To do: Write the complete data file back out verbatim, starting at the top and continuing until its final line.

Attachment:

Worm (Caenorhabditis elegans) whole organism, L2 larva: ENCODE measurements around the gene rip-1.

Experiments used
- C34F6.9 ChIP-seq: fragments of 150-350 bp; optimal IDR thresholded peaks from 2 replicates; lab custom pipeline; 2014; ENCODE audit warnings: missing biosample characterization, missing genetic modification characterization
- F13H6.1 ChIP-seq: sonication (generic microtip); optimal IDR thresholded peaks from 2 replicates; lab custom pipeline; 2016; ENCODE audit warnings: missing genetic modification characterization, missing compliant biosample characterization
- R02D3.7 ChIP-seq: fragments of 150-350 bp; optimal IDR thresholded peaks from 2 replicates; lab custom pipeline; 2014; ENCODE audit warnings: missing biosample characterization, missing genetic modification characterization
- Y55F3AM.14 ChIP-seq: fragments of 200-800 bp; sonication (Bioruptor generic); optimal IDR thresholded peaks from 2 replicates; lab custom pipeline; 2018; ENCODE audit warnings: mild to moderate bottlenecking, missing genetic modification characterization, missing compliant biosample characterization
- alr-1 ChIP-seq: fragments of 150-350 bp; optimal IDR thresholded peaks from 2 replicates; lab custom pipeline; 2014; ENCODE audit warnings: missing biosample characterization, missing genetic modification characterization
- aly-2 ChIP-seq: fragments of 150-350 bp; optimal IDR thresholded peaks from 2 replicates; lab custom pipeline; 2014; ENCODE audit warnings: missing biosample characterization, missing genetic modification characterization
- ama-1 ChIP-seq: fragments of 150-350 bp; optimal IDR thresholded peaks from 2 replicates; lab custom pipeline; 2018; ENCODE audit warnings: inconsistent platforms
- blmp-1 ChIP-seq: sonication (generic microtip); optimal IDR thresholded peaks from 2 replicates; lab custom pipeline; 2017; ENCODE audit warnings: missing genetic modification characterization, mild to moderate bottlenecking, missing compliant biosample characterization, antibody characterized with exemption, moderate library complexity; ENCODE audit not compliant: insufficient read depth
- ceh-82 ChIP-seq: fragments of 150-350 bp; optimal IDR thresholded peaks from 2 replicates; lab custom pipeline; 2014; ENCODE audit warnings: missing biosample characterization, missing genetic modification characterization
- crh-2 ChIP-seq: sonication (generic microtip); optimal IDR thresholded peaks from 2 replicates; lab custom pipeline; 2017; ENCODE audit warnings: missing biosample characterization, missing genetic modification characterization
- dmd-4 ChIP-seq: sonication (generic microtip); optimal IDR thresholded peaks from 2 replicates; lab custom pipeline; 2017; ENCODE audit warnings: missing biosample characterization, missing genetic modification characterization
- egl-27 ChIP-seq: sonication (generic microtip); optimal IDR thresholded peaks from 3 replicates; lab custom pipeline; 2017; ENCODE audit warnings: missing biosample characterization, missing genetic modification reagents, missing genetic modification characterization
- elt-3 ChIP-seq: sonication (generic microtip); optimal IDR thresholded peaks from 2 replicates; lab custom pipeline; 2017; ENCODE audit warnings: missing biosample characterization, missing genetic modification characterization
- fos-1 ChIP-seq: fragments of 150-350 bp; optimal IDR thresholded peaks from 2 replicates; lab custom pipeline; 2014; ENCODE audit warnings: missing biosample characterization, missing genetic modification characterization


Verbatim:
Worm (Caenorhabditis elegans) whole organism, L2 larva: ENCODE measurements around the gene rip-1.

Experiments used
- C34F6.9 ChIP-seq: fragments of 150-350 bp; optimal IDR thresholded peaks from 2 replicates; lab custom pipeline; 2014; ENCODE audit warnings: missing biosample characterization, missing genetic modification characterization
- F13H6.1 ChIP-seq: sonication (generic microtip); optimal IDR thresholded peaks from 2 replicates; lab custom pipeline; 2016; ENCODE audit warnings: missing genetic modification characterization, missing compliant biosample characterization
- R02D3.7 ChIP-seq: fragments of 150-350 bp; optimal IDR thresholded peaks from 2 replicates; lab custom pipeline; 2014; ENCODE audit warnings: missing biosample characterization, missing genetic modification characterization
- Y55F3AM.14 ChIP-seq: fragments of 200-800 bp; sonication (Bioruptor generic); optimal IDR thresholded peaks from 2 replicates; lab custom pipeline; 2018; ENCODE audit warnings: mild to moderate bottlenecking, missing genetic modification characterization, missing compliant biosample characterization
- alr-1 ChIP-seq: fragments of 150-350 bp; optimal IDR thresholded peaks from 2 replicates; lab custom pipeline; 2014; ENCODE audit warnings: missing biosample characterization, missing genetic modification characterization
- aly-2 ChIP-seq: fragments of 150-350 bp; optimal IDR thresholded peaks from 2 replicates; lab custom pipeline; 2014; ENCODE audit warnings: missing biosample characterization, missing genetic modification characterization
- ama-1 ChIP-seq: fragments of 150-350 bp; optimal IDR thresholded peaks from 2 replicates; lab custom pipeline; 2018; ENCODE audit warnings: inconsistent platforms
- blmp-1 ChIP-seq: sonication (generic microtip); optimal IDR thresholded peaks from 2 replicates; lab custom pipeline; 2017; ENCODE audit warnings: missing genetic modification characterization, mild to moderate bottlenecking, missing compliant biosample characterization, antibody characterized with exemption, moderate library complexity; ENCODE audit not compliant: insufficient read depth
- ceh-82 ChIP-seq: fragments of 150-350 bp; optimal IDR thresholded peaks from 2 replicates; lab custom pipeline; 2014; ENCODE audit warnings: missing biosample characterization, missing genetic modification characterization
- crh-2 ChIP-seq: sonication (generic microtip); optimal IDR thresholded peaks from 2 replicates; lab custom pipeline; 2017; ENCODE audit warnings: missing biosample characterization, missing genetic modification characterization
- dmd-4 ChIP-seq: sonication (generic microtip); optimal IDR thresholded peaks from 2 replicates; lab custom pipeline; 2017; ENCODE audit warnings: missing biosample characterization, missing genetic modification characterization
- egl-27 ChIP-seq: sonication (generic microtip); optimal IDR thresholded peaks from 3 replicates; lab custom pipeline; 2017; ENCODE audit warnings: missing biosample characterization, missing genetic modification reagents, missing genetic modification characterization
- elt-3 ChIP-seq: sonication (generic microtip); optimal IDR thresholded peaks from 2 replicates; lab custom pipeline; 2017; ENCODE audit warnings: missing biosample characterization, missing genetic modification characterization
- fos-1 ChIP-seq: fragments of 150-350 bp; optimal IDR thresholded peaks from 2 replicates; lab custom pipeline; 2014; ENCODE audit warnings: missing biosample characterization, missing genetic modification characterization